CROSSING OVER INTO CONTROVERSY
Two albums later and now with a well-established (and some would say well- earned) gospel following behind her, Grant courted controversy with her 1985 album, Unguarded.
Gone were the explicit references to God, Jesus Christ and faith; in their place were the “positive pop” vibes of a gospel artist that some declared had gone rogue. The unheralded Christian criticism towards this album came in many forms: some criticised Grant for being “overly sexual” for wearing a leopard- print jacket on the album cover; others, crestfallen, saying that her faith-based message had been either tuned down or tuned out completely. Surely MTV and upbeat danceable pop music wasn’t what Grant was about, came the cry of her Christian fanbase.
The disgruntled American Christian community’s reaction to Unguarded was so loud that it eventually spilled out into the mainstream American media. Regional newspapers picked up on the curious flight of a gospel star courting dual audiences and pondered how Grant’s album now sat next to the likes of Madonna, Prince and Cyndi Lauper in the records bins and on the music charts.
Despite—or maybe because—of the controversy, Unguarded became Grant’s second platinum album in America. Following that, Grant returned to safe ground and released another Christmas album. Two years after that, she released her ninth album, Lead Me On.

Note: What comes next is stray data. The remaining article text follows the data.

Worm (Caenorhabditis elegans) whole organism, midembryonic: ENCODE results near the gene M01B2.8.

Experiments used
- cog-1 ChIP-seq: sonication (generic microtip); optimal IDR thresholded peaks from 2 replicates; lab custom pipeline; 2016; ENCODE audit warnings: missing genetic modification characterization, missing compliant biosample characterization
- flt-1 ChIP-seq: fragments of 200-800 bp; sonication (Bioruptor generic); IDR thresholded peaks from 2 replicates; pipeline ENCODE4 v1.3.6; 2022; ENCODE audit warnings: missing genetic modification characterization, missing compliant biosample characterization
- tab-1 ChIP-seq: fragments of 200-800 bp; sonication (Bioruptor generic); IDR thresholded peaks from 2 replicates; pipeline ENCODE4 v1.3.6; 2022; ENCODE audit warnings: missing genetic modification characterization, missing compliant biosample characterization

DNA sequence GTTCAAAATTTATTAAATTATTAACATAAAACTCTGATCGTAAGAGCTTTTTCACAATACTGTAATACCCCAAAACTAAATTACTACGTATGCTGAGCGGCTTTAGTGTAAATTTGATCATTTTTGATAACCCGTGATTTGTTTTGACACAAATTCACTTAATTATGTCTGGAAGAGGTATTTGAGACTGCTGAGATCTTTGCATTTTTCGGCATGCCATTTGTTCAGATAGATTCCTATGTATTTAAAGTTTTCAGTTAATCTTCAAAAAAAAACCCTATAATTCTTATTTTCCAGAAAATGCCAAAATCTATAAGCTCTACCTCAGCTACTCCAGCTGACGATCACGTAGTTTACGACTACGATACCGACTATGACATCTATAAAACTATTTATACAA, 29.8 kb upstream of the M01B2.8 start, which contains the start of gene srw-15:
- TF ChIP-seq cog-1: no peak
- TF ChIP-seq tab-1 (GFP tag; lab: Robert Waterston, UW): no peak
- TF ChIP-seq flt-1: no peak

The three-year gap between Unguarded and Lead Me On was likely a period for Grant to cool her guns, given the shifting attention of her audience base. Lead Me On did not sell as well as Unguarded, but it still reached gold in the US and Canada. Reflecting the confusion her two audiences continued to experience were the divergent reactions from her record label Word and their distribution and promotional partner, A&M Records. While Word was delighted with the album’s quality and content, A&M was far less kind, stating, “We just want you to know if you get any airplay on this record at all, it’s because we worked our tails off.”
Cited by influential CCM Magazine as the greatest Contemporary Christian album of all time, Lead Me On was not so much a return to former glory for Grant but more a drilling down to where she was at, at that point of time in her life. Juggling recording duties while pregnant with her first son, Matthew, and returning to the studio soon after giving birth, there is a nuance to the album which could only have come from a maturing artist reflecting on the lessons she’s learned from life.